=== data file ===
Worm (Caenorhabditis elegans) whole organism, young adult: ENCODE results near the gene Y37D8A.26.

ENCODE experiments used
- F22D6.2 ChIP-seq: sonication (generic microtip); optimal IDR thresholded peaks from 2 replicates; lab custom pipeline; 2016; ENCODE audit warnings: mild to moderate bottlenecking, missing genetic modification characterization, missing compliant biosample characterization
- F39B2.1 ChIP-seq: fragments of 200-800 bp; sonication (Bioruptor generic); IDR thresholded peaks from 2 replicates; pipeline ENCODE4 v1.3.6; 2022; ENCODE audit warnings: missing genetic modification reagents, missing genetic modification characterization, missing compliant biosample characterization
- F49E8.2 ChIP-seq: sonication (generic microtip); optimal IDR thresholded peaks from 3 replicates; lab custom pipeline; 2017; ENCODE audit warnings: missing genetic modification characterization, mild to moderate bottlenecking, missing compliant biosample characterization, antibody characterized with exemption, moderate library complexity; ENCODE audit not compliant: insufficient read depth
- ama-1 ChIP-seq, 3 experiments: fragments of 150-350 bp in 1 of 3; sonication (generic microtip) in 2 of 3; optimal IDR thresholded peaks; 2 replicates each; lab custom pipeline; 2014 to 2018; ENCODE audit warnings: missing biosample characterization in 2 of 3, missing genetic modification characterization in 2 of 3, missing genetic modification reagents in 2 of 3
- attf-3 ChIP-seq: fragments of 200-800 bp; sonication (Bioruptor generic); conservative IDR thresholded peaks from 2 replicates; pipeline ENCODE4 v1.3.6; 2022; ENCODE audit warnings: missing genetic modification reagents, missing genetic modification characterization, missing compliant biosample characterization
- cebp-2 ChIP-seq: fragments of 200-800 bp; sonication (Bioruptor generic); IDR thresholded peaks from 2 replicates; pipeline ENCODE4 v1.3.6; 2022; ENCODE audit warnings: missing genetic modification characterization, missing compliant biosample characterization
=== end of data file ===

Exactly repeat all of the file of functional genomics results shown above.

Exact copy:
Worm (Caenorhabditis elegans) whole organism, young adult: ENCODE results near the gene Y37D8A.26.

ENCODE experiments used
- F22D6.2 ChIP-seq: sonication (generic microtip); optimal IDR thresholded peaks from 2 replicates; lab custom pipeline; 2016; ENCODE audit warnings: mild to moderate bottlenecking, missing genetic modification characterization, missing compliant biosample characterization
- F39B2.1 ChIP-seq: fragments of 200-800 bp; sonication (Bioruptor generic); IDR thresholded peaks from 2 replicates; pipeline ENCODE4 v1.3.6; 2022; ENCODE audit warnings: missing genetic modification reagents, missing genetic modification characterization, missing compliant biosample characterization
- F49E8.2 ChIP-seq: sonication (generic microtip); optimal IDR thresholded peaks from 3 replicates; lab custom pipeline; 2017; ENCODE audit warnings: missing genetic modification characterization, mild to moderate bottlenecking, missing compliant biosample characterization, antibody characterized with exemption, moderate library complexity; ENCODE audit not compliant: insufficient read depth
- ama-1 ChIP-seq, 3 experiments: fragments of 150-350 bp in 1 of 3; sonication (generic microtip) in 2 of 3; optimal IDR thresholded peaks; 2 replicates each; lab custom pipeline; 2014 to 2018; ENCODE audit warnings: missing biosample characterization in 2 of 3, missing genetic modification characterization in 2 of 3, missing genetic modification reagents in 2 of 3
- attf-3 ChIP-seq: fragments of 200-800 bp; sonication (Bioruptor generic); conservative IDR thresholded peaks from 2 replicates; pipeline ENCODE4 v1.3.6; 2022; ENCODE audit warnings: missing genetic modification reagents, missing genetic modification characterization, missing compliant biosample characterization
- cebp-2 ChIP-seq: fragments of 200-800 bp; sonication (Bioruptor generic); IDR thresholded peaks from 2 replicates; pipeline ENCODE4 v1.3.6; 2022; ENCODE audit warnings: missing genetic modification characterization, missing compliant biosample characterization